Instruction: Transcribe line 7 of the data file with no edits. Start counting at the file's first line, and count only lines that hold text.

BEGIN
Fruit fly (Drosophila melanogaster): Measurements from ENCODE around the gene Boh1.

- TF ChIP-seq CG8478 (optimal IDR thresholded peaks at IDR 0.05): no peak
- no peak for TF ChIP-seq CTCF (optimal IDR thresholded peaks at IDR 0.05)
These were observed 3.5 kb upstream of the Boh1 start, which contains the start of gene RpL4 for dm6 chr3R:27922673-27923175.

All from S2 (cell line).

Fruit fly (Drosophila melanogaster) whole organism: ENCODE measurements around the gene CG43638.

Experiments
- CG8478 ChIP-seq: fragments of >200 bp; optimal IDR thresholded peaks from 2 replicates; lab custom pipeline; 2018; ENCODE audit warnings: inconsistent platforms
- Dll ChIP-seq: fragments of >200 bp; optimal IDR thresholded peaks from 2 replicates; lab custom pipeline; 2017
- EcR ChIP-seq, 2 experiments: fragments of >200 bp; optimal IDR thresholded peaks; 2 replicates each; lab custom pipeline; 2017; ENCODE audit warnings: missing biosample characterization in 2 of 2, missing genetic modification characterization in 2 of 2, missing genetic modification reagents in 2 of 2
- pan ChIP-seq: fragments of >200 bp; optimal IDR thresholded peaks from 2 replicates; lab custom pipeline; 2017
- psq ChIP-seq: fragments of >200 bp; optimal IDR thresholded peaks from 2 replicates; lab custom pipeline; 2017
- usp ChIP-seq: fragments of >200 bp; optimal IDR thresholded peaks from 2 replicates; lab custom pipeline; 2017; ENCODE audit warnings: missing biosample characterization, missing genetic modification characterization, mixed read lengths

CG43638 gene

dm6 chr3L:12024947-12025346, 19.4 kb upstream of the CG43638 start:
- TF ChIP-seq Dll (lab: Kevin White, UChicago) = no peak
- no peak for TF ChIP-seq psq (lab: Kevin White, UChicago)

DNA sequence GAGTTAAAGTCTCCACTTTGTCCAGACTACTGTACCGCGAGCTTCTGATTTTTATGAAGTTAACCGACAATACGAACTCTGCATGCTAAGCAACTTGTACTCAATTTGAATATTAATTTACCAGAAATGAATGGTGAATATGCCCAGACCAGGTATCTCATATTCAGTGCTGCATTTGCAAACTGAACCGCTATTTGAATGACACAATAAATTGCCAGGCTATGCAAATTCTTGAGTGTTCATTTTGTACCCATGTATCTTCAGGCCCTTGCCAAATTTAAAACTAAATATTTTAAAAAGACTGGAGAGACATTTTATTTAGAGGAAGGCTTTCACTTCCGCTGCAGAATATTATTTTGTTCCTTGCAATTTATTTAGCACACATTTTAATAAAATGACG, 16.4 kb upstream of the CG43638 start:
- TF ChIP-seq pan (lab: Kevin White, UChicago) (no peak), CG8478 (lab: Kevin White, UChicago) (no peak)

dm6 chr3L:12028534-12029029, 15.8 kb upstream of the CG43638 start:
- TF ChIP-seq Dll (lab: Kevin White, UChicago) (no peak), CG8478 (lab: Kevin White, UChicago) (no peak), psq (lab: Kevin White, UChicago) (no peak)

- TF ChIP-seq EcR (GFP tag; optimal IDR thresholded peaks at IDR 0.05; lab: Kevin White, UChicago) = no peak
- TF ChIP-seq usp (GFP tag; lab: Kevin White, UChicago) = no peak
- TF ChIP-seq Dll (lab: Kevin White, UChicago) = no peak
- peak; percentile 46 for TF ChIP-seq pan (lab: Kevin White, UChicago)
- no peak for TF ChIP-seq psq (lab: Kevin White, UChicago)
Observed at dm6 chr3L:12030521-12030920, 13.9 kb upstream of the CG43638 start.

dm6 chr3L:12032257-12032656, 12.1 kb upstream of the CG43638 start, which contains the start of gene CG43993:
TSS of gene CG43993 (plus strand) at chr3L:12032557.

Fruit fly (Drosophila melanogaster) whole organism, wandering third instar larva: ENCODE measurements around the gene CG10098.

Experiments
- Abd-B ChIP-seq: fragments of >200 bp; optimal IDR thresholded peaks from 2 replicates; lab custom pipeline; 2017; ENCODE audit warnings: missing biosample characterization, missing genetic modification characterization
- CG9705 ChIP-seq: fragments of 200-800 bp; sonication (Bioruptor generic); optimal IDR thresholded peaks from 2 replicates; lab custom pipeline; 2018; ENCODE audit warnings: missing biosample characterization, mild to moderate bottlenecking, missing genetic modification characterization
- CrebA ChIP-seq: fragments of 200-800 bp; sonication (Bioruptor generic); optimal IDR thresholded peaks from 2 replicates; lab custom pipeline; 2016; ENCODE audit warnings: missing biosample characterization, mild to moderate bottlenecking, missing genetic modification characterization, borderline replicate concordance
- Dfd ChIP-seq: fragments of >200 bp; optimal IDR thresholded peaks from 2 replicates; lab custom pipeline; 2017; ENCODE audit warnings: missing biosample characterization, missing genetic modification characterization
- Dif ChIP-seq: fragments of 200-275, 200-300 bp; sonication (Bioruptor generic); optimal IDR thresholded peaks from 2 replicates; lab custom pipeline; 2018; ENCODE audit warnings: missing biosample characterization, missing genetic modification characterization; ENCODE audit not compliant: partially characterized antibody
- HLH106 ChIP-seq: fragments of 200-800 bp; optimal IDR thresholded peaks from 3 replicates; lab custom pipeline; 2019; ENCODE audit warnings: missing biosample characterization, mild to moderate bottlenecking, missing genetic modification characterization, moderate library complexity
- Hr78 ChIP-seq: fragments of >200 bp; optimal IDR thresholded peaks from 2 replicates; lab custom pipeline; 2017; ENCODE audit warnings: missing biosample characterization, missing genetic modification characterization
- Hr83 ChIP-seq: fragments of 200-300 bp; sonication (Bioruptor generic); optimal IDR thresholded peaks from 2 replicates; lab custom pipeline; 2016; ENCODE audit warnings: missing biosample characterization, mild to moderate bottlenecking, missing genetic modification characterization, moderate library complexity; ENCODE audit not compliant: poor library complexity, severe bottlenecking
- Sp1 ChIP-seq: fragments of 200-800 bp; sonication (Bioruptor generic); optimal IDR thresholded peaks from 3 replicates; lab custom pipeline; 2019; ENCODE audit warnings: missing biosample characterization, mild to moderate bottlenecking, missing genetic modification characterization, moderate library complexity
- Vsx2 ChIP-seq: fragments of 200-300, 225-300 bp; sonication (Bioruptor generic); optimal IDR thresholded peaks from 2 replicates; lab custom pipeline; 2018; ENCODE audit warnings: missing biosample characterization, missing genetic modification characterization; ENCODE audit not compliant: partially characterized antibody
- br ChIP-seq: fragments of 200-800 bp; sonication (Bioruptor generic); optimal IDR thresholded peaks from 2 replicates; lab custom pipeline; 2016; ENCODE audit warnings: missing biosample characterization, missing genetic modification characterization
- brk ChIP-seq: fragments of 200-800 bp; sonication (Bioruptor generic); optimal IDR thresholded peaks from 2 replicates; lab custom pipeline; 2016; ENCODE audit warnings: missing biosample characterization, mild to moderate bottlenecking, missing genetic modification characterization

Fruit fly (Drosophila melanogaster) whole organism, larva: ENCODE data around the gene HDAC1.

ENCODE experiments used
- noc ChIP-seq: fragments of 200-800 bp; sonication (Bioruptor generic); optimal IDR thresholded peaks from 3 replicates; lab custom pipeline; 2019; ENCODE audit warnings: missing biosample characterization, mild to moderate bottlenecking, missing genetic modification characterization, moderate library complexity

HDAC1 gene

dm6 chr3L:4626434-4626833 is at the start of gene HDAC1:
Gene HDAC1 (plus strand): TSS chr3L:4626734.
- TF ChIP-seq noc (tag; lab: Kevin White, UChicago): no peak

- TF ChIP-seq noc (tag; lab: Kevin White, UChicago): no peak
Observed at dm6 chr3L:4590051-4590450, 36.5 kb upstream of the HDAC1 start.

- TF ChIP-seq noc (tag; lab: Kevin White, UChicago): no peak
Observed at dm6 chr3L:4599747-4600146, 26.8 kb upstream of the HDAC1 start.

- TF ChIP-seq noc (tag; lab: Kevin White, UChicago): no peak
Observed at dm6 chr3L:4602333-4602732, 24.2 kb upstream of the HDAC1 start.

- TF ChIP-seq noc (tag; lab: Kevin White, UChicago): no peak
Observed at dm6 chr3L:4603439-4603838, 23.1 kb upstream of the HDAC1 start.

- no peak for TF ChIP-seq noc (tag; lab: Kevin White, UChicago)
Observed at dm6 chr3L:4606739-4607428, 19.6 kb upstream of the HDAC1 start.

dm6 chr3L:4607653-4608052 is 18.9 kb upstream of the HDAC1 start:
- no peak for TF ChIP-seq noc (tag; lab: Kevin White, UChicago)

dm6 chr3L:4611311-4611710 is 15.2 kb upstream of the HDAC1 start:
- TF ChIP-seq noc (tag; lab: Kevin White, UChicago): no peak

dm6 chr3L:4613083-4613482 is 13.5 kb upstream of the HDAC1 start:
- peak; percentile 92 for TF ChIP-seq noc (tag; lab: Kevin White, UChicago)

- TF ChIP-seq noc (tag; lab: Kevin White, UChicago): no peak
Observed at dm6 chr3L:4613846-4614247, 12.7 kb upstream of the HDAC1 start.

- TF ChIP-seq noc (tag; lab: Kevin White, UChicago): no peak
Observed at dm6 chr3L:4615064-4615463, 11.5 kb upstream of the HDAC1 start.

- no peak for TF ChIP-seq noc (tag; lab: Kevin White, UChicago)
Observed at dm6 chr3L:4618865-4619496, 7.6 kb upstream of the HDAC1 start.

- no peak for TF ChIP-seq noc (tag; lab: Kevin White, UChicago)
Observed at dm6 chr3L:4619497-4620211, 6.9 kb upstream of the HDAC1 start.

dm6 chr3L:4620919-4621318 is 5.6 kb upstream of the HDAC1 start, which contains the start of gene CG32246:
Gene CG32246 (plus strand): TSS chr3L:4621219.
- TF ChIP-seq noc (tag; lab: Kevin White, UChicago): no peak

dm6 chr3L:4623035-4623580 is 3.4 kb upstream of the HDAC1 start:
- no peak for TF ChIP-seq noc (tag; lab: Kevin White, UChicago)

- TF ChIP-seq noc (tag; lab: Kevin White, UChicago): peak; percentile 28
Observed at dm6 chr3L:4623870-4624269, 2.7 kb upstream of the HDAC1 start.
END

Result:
Experiments